Specific outcomes addressed included quality of postoperative analgesia, opioid and local anesthetic consumption, patient satisfaction, complications, and rehabilitation outcomes. The reference sections of all eligible studies and a previously published systematic review17 were also reviewed to ensure completeness of our search. Two authors (RJ and RSD) independently conducted searches using the aforementioned search strategy, and a third author (RLJ) adjudicated discrepancies (figure 1).

Figure 1

Flow chart of the study selection and inclusion process.

Data extraction

Data extraction of characteristics, validity, and outcomes data was performed by one reviewer (RJ). The following information was extracted from studies meeting the inclusion criteria: name of the first author, year of publication, study design, surgical intervention, block technique, protocol of local anesthetic delivery and use in each group, infusion technique, and a summary of the results of analyzed variables (table 1).

Table 1

Randomized controlled trials comparing intermittent bolus with continuous infusion techniques in peripheral nerve blockade

Assessment of risk of bias

The quality of studies was independently evaluated by two reviewers (RJ and RSD) using the guidelines provided by the Cochrane Collaboration ACROBAT-NRSI (A Cochrane Risk Of Bias Assessment Tool: for Non-Randomized Studies of Interventions).18 Discrepancies were adjudicated by a third reviewer (RLJ). Biases were assessed in the following domains: random sequence generation, allocation concealment, blinding of participants and personnel, blinding of outcome assessment, attrition bias due to missing data, reporting bias, and other biases (including confounding factors and departures from intended interventions such as cross-contamination of groups). The risk of bias in eac domain was assigned at low risk, high risk, or unclear risk (online supplementary appendices 1 and 2).


Tables 1 and 2 show the summary of comparative findings. After abstract screening, 13 publications4–16 were assessed for eligibility, all of which were RCTs comparing MIB or PIB techniques with CI for postoperative analgesia at different anatomic sites. Included studies involved lower extremity blockade (six studies),4–9 upper extremity blockade (three studies),10–12 paravertebral blockade (two studies),13 14 and truncal blockade (two studies)15 16 (online supplementary appendix 3).

Supplemental material

Table 2

Assessment of postoperative analgesia by study

Studies using nerve stimulation4–6 10 11 or ultrasound guidance,6–9 11 12 15 16 alone or in combination, were variable, with two studies using surgical placement14 16 and a single study using fluoroscopic confirmation after landmark-based placement.13 PIB was used in eight studies,4–9 11 12 and MIB was used in five studies.10 13–16 With the exception of two publications,10 13 all studies reviewed were published between 2008 and 2018 (online supplementary appendix 4). The sample size of the selected RCTs ranged from 20 to 120 patients.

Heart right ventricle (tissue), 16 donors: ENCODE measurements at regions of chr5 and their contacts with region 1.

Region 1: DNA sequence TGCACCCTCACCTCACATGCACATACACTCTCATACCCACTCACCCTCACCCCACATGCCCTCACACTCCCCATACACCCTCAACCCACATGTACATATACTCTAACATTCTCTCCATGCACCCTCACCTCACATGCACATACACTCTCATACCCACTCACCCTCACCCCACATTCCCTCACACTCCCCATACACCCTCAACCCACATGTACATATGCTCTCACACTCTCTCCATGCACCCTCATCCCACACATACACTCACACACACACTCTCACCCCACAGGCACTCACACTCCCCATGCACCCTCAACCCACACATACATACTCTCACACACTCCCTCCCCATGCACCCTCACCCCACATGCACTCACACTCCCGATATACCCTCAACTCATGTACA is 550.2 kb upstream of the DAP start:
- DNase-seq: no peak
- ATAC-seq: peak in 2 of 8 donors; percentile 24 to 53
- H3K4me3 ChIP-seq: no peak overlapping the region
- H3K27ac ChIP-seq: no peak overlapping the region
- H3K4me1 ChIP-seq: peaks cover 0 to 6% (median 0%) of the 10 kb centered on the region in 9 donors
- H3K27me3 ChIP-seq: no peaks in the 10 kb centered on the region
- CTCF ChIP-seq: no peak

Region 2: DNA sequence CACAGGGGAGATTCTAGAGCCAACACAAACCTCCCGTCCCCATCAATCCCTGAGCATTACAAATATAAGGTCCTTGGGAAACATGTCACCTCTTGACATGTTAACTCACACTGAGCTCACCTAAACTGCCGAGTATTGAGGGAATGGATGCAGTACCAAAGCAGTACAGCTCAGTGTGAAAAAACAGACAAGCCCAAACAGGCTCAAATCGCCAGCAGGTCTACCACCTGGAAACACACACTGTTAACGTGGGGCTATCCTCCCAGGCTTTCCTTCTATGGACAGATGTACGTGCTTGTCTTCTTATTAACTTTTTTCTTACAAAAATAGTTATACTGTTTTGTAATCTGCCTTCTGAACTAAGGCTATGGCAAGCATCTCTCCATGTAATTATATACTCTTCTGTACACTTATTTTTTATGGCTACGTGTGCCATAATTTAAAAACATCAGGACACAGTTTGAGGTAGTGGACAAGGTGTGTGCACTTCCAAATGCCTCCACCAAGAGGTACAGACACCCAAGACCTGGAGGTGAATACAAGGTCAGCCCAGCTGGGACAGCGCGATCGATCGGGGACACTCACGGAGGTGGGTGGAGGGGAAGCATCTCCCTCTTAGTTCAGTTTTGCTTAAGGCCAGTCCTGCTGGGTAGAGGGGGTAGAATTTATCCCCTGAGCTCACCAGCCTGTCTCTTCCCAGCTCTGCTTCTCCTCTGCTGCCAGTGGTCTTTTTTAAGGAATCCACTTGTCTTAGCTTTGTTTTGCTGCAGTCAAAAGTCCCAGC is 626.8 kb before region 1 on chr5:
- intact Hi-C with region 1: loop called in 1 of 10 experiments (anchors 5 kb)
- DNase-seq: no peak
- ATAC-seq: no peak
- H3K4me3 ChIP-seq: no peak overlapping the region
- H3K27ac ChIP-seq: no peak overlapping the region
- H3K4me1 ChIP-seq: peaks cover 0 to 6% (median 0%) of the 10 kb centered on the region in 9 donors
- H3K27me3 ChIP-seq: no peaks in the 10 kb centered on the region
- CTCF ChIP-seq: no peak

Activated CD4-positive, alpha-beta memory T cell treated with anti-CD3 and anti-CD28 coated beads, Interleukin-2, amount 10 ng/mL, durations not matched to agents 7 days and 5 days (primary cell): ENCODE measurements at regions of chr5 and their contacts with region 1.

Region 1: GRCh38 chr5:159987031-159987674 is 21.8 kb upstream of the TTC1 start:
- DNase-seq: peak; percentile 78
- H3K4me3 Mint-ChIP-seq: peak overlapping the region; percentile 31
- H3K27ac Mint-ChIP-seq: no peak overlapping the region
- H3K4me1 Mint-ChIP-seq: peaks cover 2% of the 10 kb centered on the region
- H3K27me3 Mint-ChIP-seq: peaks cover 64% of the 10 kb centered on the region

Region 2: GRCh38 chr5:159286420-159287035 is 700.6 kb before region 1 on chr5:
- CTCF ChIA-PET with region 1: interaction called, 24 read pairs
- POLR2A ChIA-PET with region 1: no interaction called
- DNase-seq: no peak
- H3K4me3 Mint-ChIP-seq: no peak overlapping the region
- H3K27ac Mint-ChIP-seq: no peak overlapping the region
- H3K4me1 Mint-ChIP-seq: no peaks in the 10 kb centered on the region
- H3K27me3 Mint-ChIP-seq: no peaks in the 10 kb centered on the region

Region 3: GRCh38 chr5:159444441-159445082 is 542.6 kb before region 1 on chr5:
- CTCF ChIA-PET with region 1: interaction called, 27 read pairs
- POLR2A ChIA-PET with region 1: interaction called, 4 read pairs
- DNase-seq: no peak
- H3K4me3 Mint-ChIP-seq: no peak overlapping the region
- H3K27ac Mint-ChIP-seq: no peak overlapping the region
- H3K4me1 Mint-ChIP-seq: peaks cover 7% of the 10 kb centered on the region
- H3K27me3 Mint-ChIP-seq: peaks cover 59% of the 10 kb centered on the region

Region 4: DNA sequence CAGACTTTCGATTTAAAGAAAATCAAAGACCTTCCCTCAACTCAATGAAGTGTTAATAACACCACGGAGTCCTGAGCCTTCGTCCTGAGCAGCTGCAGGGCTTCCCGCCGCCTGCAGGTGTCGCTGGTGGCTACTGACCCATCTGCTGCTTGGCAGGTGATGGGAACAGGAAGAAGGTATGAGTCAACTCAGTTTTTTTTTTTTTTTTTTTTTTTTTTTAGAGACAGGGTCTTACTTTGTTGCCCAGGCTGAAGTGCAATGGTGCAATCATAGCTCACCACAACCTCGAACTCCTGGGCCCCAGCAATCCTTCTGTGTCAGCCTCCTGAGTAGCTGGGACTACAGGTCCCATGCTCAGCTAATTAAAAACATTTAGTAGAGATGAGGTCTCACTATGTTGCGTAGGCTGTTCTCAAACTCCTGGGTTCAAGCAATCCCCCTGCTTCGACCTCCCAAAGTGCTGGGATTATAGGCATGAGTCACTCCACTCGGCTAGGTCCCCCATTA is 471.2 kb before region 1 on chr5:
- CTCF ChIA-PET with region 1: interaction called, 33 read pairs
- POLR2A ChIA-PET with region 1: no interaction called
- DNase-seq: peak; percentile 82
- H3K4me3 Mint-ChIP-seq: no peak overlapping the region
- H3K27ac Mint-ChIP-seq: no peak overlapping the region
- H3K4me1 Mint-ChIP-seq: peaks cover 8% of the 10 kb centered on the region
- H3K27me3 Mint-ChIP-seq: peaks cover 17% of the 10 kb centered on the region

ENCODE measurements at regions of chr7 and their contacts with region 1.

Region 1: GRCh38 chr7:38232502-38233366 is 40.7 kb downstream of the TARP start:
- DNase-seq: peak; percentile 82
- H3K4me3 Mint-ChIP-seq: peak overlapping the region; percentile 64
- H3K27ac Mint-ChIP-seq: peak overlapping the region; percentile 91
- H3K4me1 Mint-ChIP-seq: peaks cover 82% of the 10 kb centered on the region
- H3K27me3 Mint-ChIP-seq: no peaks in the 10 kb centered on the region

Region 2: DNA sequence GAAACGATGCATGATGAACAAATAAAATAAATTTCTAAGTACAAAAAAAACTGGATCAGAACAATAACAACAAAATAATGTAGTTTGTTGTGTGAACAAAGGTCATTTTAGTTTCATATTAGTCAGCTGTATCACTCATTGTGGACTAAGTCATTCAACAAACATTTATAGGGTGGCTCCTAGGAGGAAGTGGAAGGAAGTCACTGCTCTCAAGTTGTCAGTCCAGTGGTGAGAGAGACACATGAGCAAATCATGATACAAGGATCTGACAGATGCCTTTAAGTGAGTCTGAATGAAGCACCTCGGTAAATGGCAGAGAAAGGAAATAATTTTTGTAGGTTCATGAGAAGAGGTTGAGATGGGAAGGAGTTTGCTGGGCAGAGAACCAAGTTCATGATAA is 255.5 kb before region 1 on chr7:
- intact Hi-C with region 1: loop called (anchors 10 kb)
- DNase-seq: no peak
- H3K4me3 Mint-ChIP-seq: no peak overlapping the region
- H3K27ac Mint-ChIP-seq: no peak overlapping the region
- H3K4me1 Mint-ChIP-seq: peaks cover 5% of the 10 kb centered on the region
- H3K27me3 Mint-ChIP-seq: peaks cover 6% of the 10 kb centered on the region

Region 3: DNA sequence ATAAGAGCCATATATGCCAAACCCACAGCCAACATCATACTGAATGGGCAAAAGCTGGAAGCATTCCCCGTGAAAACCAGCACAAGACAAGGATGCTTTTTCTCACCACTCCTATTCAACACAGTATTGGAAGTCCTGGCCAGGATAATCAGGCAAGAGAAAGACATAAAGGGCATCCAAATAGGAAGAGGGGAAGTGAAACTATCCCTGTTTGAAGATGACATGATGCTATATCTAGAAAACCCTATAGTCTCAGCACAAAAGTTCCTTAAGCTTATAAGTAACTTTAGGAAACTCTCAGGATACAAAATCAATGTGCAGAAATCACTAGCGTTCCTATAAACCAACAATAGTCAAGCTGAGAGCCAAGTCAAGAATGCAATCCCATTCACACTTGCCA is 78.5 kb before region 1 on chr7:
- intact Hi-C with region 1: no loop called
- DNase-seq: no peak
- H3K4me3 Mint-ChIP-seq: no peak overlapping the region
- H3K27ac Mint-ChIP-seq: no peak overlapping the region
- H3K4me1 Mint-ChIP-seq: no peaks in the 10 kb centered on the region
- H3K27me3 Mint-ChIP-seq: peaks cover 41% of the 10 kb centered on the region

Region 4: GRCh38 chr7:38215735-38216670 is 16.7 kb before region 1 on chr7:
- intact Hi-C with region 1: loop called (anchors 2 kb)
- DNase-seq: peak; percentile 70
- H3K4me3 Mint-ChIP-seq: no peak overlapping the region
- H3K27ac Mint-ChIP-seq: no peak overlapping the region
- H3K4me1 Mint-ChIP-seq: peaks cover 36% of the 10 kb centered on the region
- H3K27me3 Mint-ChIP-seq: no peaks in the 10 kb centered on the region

Supplemental material

Primary outcome variables in all studies involved at least one assessment of postoperative analgesia, typically by a validated scale, such as the Numeric Rating Scale, Verbal Rating Scale, or Visual Analog Scale (table 2). Other primary variables assessed include frequency of opioid consumption, or in a single study postoperative respiratory function.16 Secondary variables analyzed included patient satisfaction (six studies),5 6 8 11 15 16 consumption of local anesthesia (three studies),5 11 12 and assessment of postoperative rehabilitation and mobility (four studies).6 9 12 16


Effectiveness of intermittent bolus strategies

In our comparative-effectiveness review, we found limited evidence to support the routine use of intermittent bolus techniques, MIB or PIB, for peripheral and truncal nerve analgesia over CI due to the heterogeneity of data between studies.

Intermittent bolus strategies were first described in epidural techniques for labor analgesia. A meta-analysis in obstetric cohorts3 suggests a slightly lower local anesthetic consumption as well as an improvement in maternal satisfaction compared with CI. Similar to TPNB,4–16 data from published studies in obstetrics settings are heterogeneous with regard to specific intervention, particularly in terms of local anesthetic type, dosing, and administration regimen.